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The term “probate” is the process by which sufficient evidence is presented to the probate court to allow the court to determine that a will is valid and therefore can be “admitted to probate.”

Common parlance equates probate with an all encompassing post-death procedure which involves:

  • Admitting a will to probate or determining that the decedent died without a will
  • Determining heirs of the decedent
  • Appointment of an Executor or Personal Representative with authority to act on behalf of the probate estate
  • Estate administration or the gathering of a decedent’s assets, paying bills, taxes and expenses by the Personal Representative
  • Approval by the court of all receipts and disbursements of the executor or personal representative
  • A court order or decree which follows the will and directs the personal representative to distribute the decedent’s assets to the persons entitled to them
  • And finally being discharged by the court, thus terminating the probate

The ultimate goal of these proceedings is the transferring of title to remaining assets from the deceased to those named in the will.

There are special procedures by which emergency and unusual situations may be attended to.

There is another type of probate (with which most people are not familiar.) This is for situations where an individual is alive, but through disease, accident or injury, is physically or mentally incapacitated and cannot manage his financial affairs (called Conservatorship) or unable to manage his day to day living and medical needs (called Guardianship). A family member, through the probate attorney, asks the Probate Court to appoint the family member as “Guardian” or “Conservator”and to grant authority for the Guardian to manage the incapacitated person’s day to day living and medical needs or grant authority for the Conservator to manage the incapacitated person’s financial affairs, or for both authorities. Understandably, one individual should not be able to take over another individual’s financial or day to day living/medical care decision making without substantial proof of the incapacity. The Probate Court strictly monitors these proceedings and strictly monitors the Guardian or Conservator. Once appointed, the Guardian or Conservator has a range of authority and duties that will be impressed upon him to enable care for the incapacitated person.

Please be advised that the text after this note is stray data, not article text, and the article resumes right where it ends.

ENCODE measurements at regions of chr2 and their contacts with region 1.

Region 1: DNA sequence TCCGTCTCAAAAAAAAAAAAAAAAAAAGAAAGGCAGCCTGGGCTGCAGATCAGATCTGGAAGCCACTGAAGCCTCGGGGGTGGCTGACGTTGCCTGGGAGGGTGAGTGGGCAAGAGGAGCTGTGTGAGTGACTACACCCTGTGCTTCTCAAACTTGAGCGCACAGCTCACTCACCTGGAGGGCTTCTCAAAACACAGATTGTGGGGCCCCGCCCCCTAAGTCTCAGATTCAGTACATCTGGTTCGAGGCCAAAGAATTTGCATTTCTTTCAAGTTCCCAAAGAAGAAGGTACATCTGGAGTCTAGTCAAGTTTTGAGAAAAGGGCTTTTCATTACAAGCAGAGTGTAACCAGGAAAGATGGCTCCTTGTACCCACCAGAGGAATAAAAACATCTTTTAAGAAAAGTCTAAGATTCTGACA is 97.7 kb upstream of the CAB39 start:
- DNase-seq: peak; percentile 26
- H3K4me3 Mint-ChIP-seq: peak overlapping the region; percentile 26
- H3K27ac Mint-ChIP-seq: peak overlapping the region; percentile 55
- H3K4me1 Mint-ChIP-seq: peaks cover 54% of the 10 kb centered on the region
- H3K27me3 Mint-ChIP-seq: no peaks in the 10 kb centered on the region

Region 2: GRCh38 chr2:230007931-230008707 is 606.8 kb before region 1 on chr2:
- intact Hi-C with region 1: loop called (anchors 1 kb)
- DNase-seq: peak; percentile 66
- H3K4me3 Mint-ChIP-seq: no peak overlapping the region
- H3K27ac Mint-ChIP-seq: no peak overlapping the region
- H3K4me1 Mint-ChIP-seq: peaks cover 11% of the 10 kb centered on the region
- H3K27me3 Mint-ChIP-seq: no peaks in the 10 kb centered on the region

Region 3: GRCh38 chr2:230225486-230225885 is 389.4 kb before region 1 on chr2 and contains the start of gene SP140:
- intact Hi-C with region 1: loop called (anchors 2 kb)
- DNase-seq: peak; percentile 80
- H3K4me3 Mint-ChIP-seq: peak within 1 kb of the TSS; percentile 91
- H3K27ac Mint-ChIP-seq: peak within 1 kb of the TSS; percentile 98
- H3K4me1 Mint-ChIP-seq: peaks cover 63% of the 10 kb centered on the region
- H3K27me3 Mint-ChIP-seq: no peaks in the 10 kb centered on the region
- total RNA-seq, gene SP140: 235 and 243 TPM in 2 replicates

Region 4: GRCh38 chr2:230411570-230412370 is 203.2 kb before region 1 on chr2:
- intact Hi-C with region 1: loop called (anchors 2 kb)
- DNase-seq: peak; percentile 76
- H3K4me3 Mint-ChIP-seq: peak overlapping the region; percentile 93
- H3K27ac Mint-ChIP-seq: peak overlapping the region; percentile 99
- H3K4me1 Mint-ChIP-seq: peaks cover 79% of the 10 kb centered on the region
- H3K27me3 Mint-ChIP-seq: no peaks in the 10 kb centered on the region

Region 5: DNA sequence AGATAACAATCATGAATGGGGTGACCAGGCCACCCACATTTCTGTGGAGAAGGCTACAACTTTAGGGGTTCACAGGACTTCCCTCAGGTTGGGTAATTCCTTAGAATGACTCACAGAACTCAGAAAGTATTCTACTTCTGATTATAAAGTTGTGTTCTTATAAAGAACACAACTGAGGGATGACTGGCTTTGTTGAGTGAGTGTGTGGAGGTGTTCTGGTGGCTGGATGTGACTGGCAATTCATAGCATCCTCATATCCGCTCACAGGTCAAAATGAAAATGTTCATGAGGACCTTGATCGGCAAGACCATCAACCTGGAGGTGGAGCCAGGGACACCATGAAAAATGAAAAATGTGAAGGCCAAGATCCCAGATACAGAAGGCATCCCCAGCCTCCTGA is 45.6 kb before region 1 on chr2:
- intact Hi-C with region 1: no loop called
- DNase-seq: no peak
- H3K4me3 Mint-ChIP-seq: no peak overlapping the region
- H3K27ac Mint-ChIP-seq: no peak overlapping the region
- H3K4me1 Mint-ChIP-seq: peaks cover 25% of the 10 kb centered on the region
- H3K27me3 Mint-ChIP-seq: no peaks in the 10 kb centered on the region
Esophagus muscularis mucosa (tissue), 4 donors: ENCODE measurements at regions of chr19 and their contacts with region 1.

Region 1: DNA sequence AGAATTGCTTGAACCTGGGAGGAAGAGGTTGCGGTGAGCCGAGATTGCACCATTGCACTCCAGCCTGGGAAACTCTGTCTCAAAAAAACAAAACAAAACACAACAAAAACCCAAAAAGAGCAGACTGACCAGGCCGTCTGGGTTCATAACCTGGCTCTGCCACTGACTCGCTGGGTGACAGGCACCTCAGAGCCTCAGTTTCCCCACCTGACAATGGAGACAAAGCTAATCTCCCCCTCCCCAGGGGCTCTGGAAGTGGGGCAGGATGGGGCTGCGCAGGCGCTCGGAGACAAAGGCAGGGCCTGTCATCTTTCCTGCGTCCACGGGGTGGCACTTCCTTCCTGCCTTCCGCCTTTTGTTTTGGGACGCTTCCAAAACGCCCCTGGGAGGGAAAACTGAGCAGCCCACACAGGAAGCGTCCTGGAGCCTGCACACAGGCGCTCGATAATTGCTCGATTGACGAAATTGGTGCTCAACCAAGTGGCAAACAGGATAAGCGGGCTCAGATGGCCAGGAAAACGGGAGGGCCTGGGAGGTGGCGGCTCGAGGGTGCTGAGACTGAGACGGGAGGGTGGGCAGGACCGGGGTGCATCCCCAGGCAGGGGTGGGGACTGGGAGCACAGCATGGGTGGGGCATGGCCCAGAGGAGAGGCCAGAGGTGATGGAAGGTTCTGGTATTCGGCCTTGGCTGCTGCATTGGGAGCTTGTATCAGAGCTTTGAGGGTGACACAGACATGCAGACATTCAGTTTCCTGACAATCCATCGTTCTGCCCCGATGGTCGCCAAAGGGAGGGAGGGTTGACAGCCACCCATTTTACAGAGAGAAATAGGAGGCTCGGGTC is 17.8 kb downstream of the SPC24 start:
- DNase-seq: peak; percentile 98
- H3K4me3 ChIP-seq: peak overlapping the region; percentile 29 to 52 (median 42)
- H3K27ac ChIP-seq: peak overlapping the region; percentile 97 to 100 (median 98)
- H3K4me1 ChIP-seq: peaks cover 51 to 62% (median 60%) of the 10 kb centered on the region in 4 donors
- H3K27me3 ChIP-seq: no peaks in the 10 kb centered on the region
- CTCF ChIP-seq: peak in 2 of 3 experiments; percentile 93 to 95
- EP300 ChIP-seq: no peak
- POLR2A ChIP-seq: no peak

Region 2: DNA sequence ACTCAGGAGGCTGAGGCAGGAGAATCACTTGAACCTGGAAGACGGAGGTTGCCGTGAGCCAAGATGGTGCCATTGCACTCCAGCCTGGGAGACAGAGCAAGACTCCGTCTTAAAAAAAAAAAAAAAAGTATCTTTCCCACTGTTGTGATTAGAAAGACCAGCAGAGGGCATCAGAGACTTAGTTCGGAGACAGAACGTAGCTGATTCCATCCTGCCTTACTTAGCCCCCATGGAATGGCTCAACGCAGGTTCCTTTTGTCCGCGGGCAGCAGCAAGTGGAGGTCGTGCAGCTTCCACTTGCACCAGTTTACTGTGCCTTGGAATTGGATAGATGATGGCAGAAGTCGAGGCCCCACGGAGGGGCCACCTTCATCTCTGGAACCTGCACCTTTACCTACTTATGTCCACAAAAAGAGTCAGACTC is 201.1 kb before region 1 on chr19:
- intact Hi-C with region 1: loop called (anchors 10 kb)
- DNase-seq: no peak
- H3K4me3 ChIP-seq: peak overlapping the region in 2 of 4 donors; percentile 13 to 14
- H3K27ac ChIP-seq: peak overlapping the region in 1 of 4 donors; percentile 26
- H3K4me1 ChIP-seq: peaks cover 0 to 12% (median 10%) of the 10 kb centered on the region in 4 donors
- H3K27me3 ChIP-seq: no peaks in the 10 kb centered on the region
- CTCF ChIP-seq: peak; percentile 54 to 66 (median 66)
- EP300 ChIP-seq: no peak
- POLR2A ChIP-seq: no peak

This type of probate is easily avoided with proper planning.